Science Questions

How much ice-cream would I need to eat to get my daily source of dairy?

Tue, 22nd Mar 2016

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Margaret Feaster asked:

I was wondering, if all my dairy nutrition were to come from ice cream, how much ice cream would I need to eat each day?


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We put Margaret's question to nutrition expert Toni Steer, after taking guesses from the panel... Ice cream

Chris - Ben what do you think.  How much ice cream do you think she has to eat to supply her daily nutritional intake from ice cream alone?

Ben - UmÖ a kilo.

Chris - Heís going a kilo, okay.  Is that based on any kind of personal experience or have you just plucked that out the freezer?

Ben - Maybe one or two depressed eveningsÖ No itís just a rough guess.

Chris - Chris?

Chris Basu - Well it depends on the ice creamÖ

Chris - Well yes, if itís got chocolate chip in there itís a bit more calories in there...

Chris Basu - Exactly.  If you get really dense like Cornish clotted creamÖ  I donít know. I need to know more information.

Chris - Okay.  Chris is unhappy with the data supplied.

Dave - what do you think?  You donít like dairy things do you soÖ

Toni - what do you think?

Toni - I think thatís going to be a little bit tricky, so I think I read it that she was talking about dairy nutrition in the context of calcium.  So just to start with that, for example, the average calcium content of a vanilla dairy ice cream is around about 100 mg of calcium per 100 grams.  An adult requirement is 7-800 mg of calcium per day so, even to achieve that, youíd need 7-800 grams of ice cream.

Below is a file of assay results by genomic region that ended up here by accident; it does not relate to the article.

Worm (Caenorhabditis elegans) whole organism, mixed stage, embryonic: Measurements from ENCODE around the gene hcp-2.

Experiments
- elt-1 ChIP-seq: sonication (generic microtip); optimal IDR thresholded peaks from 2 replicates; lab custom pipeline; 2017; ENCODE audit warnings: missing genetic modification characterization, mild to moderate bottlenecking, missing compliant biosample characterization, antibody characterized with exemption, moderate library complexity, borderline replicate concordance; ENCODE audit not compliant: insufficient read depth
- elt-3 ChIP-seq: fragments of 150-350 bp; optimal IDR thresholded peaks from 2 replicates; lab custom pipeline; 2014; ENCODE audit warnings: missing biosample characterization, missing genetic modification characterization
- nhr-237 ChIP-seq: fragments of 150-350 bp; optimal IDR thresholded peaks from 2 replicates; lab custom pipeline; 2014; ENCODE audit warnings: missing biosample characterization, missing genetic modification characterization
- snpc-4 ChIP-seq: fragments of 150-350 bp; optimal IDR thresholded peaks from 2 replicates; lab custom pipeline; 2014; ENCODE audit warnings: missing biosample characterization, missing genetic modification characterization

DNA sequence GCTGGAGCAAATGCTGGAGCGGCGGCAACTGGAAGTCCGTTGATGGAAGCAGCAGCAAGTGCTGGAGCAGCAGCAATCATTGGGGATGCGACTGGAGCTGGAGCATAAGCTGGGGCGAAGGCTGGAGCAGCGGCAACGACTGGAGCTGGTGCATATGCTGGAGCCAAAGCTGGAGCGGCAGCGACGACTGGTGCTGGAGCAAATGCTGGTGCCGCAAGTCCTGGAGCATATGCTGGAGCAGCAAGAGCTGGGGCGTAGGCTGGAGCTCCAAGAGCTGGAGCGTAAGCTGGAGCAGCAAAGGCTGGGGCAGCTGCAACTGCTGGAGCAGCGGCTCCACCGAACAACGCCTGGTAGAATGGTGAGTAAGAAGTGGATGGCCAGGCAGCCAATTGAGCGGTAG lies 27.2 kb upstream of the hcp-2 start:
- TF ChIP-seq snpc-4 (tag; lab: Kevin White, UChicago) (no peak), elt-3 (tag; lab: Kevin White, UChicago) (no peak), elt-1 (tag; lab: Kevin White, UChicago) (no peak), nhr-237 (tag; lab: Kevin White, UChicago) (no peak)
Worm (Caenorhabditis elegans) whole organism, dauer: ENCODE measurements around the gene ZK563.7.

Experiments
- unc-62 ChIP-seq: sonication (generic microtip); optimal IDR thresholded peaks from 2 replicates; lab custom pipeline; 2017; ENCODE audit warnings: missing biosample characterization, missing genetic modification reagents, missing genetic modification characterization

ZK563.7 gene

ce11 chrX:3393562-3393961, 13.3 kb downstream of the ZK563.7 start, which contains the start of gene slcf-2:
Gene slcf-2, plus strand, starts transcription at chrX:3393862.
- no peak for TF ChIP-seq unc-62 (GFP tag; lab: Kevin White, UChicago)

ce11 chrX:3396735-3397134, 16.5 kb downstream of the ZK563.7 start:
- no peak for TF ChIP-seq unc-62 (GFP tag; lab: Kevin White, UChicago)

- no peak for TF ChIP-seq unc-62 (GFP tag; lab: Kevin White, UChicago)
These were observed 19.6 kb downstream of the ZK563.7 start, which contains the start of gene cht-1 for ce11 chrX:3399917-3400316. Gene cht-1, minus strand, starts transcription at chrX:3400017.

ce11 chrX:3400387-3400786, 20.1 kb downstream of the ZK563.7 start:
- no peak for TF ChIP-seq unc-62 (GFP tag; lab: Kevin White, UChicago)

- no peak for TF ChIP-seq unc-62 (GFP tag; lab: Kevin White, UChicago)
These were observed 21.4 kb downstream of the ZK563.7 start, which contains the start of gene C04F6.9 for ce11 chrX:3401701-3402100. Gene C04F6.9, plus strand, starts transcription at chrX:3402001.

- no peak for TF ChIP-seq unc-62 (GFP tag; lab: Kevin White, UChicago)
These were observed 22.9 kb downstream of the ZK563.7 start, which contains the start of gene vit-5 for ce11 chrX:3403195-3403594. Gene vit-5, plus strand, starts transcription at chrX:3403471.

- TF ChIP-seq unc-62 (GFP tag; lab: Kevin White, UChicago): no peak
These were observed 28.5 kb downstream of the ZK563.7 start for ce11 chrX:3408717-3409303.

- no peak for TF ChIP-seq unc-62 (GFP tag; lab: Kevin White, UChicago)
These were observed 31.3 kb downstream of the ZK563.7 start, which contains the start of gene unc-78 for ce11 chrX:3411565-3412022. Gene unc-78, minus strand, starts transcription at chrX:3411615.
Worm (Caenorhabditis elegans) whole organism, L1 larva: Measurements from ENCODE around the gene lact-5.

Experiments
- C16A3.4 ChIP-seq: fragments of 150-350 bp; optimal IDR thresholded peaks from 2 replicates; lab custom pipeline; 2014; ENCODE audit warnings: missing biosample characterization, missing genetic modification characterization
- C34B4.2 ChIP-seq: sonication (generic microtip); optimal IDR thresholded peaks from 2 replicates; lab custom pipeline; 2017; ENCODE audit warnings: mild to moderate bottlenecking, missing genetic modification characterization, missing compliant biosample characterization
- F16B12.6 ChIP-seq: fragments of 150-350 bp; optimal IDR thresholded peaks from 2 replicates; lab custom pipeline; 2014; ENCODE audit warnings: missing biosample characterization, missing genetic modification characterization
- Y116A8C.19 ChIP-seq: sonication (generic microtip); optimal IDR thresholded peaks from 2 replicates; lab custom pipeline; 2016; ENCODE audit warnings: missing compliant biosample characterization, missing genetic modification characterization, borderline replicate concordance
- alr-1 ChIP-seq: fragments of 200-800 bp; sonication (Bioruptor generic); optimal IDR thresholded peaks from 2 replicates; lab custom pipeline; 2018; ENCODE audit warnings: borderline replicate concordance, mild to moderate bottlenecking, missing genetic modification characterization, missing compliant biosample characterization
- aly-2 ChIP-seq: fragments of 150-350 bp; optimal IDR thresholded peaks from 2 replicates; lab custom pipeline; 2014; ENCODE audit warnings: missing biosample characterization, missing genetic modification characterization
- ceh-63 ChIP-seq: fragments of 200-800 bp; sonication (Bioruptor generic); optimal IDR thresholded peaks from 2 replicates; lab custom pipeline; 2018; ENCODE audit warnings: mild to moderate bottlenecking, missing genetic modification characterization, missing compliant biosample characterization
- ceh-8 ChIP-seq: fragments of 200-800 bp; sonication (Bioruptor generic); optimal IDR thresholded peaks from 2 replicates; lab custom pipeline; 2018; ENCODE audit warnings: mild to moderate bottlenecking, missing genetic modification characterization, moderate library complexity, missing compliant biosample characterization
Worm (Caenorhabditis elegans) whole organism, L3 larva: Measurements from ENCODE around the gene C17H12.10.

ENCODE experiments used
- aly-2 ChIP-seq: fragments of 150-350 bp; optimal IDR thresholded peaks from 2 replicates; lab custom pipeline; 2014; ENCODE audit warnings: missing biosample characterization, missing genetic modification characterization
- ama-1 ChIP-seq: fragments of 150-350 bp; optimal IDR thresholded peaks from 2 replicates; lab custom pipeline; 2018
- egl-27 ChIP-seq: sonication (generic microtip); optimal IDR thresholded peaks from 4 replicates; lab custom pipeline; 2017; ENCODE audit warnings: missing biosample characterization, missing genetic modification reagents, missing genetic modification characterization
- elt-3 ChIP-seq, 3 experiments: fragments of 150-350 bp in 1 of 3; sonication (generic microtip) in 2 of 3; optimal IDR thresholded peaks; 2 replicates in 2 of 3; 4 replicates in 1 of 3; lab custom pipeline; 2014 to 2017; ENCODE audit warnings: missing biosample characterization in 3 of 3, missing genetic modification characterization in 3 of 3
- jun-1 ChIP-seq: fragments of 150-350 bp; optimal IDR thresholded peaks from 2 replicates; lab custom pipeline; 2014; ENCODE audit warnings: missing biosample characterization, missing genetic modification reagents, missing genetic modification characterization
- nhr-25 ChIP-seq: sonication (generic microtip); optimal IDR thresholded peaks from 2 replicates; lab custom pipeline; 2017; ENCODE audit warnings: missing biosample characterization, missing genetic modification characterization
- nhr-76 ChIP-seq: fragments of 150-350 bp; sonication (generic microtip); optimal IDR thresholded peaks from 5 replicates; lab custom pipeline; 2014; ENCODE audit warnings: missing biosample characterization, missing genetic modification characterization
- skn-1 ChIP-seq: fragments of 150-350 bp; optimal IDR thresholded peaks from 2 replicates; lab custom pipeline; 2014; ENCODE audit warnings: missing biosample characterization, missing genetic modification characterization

Chris - Ah, Ben wasnít far out. He was quite close.  He was pretty good, yes.

Toni - Not bad.  But the disadvantages with doing something like that I can see immediately is thing like the sugar content. So, looking at an average vanilla ice cream, the sugar content in 7-800 mls of that ice cream is something like 150-160 grams of sugar.  Now considering the recommendations for added sugars are no more than 30 grams a day, that takes you way over so itís probably a bad move in that respect but also I think just having ice cream in your diet means youíre going to lack things like fibre, like iron and I think itís going to set you up for some trouble.

Dave - 7-800 mls seems an awful lot because you expect ice cream to be concentrated milk.  Is that because the calciums not in the cream part of the milk?

Toni - So the calcium, yes, itís in the water soluble phase and thatís quite interesting really because people often say to me look, if I switch from full fat milk to semi-skimmed, am I going to lose out on my calcium?  And actually the answer is no.  What happens is once you remove the fat you get slightly more calcium in semi-skimmed milk.  Not a lot, but slightly more, and then again for skimmed milk as well.



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The US RDA for Calcium
Age 50+
Male: 1000 mg
Female: 1200 mg

If one considered milk as one's primary source of Calcium, then:

Vanilla Ice Cream, 1 cup, 176 mg Ca.  1200/176 mg = 6.8 cups of Ice Vanilla Ice Cream.
Cheddar Cheese, 204 mg / oz.  1200/204 = 5.9 oz
Nonfat Yogurt, 200 mg / 6 oz  6*6 = 36 oz
Lowfat Plain Yogurt 400mg / 8 oz  3*8 = 24 oz
Milk, 300 mg / cup 1200/300 = 4 cups milk.

Obviously there are other foods that contain some calcium, and one can take it in a number of forms.  Milk and milk products also have other nutrient value.
CliffordK, Mon, 26th Jan 2015

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